Thursday, 02 July 2020
I am privileged to be part of the CB2 writing group and another writing exercise prompted this cosy recollection....
My birthday is on the longest day of the year and sometimes I’d have a party in Nonsuch Park, close to the site of the palace where Henry XIII and his courtiers hunted. It was within walking distance of the house I grew up in in Surrey. Memory says that these June celebrations were always sunny – never too hot, and it never ever rained.
We’d set up our picnic beside a clump of trees in a hollow that harboured field mice and voles and squirrels and I found especially fascinating for another reason. During the war people turned the park over to growing vegetables and during the Blitz people lit fires intending to mislead enemy aircraft so they’d drop their bombs on the park, not on peoples’ homes in and around London. Ten-year-old me was gobsmacked that craters in the park – albeit now infilled with trees and scrub – were evidence that bombs really had fallen. It made that awful history seem believable. Somehow it was more concrete evidence of the war that my garrulous Dad’s tales from his days fighting with the Irish Guards in Normandy.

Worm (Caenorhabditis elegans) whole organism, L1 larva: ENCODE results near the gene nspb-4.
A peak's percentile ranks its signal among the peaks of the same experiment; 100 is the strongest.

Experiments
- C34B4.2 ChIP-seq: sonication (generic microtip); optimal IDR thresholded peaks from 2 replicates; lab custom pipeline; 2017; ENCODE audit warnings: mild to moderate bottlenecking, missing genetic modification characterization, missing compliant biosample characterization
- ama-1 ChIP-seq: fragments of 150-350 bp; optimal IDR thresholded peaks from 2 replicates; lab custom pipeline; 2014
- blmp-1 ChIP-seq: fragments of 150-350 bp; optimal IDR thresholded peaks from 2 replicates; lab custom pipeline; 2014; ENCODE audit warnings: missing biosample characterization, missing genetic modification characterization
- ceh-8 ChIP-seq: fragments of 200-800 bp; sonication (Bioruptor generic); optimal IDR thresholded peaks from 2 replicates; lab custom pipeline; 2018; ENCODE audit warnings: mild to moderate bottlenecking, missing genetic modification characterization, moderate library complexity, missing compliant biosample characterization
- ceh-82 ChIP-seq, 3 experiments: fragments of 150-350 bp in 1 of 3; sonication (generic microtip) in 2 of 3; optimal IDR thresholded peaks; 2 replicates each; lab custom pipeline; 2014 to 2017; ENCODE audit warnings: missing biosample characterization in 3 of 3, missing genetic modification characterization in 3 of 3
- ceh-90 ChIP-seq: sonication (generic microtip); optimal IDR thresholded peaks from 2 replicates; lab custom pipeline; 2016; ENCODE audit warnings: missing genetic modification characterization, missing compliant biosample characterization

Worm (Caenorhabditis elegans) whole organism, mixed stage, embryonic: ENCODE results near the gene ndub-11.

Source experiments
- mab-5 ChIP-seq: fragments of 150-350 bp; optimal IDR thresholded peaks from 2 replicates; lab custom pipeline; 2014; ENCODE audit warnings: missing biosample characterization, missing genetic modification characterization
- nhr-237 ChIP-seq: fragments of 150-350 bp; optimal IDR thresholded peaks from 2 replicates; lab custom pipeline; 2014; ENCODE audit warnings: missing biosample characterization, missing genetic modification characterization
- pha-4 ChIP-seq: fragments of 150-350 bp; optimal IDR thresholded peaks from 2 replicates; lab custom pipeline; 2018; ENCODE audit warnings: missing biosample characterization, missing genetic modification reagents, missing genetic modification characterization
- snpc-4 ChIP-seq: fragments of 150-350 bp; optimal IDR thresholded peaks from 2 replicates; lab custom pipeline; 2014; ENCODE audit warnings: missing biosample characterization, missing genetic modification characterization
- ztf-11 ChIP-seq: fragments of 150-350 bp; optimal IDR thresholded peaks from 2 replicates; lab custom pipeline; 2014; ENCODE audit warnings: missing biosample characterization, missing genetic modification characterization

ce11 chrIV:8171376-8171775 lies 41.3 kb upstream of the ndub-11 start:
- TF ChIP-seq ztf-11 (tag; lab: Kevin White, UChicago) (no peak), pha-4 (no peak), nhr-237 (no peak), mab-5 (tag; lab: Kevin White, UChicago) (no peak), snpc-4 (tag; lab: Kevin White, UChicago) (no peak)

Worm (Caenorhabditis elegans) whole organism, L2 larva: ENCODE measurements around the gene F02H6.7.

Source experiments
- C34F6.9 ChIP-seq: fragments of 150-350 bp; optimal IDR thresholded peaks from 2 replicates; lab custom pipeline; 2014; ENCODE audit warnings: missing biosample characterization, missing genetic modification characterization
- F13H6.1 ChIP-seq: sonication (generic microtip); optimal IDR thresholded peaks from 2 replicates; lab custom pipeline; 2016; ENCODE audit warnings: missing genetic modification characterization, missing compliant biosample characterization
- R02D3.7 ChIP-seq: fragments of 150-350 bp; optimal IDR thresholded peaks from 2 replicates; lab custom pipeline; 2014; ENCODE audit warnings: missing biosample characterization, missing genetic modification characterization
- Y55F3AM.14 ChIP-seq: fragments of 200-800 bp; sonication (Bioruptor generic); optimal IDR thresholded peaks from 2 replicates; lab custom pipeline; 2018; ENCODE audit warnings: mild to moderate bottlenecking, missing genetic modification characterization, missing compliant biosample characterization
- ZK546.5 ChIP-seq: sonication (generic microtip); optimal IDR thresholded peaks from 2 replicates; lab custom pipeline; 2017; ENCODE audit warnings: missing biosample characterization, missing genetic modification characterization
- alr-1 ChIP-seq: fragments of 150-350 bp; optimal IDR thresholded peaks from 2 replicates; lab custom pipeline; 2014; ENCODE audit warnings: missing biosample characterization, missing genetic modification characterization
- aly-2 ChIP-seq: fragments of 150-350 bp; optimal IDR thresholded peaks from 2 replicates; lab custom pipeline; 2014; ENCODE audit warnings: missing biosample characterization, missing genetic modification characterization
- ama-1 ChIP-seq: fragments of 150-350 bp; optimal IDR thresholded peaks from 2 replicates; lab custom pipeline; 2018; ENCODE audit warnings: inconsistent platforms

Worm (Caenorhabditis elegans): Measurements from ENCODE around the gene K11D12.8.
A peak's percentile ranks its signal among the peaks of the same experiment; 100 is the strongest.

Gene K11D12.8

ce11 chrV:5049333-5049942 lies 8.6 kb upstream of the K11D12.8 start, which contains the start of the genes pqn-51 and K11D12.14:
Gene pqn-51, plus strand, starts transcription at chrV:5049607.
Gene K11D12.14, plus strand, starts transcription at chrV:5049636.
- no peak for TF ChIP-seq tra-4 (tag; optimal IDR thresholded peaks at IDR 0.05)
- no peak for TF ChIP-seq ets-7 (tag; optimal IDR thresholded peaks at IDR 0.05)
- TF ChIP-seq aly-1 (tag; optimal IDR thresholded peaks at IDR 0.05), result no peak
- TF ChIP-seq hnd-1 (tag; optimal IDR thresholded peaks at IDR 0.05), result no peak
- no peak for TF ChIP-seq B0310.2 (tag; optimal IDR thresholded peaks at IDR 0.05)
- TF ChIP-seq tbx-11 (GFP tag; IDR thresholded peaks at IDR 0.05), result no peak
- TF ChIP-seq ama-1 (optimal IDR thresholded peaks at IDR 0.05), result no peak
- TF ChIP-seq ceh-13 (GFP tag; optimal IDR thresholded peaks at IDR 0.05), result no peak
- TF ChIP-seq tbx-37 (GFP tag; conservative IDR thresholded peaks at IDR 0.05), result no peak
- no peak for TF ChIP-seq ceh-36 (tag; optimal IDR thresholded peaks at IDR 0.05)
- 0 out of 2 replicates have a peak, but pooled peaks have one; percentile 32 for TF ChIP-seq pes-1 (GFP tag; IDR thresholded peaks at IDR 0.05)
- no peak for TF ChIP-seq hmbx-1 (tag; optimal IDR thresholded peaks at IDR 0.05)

The birthday parties were amazing. Dad organised games and Mum handed out unhealthy foods and fizzy drinks never usually allowed at home. I was the centre of it all. People brought me presents, I chose which games we’d play from my Dad’s impressive repertoire and I cut Mum’s amazing cake and handed it out on paper napkins. I felt like royalty.
The day was always perfect, the sun shone for me and the summer holidays from school were about to start and promised yet more excitement. I was in paradise.
Posted: 02/07/2020 09:43:27
| with 0 comments
Filed under: Blitz
, Nonsuch Park
, Second World War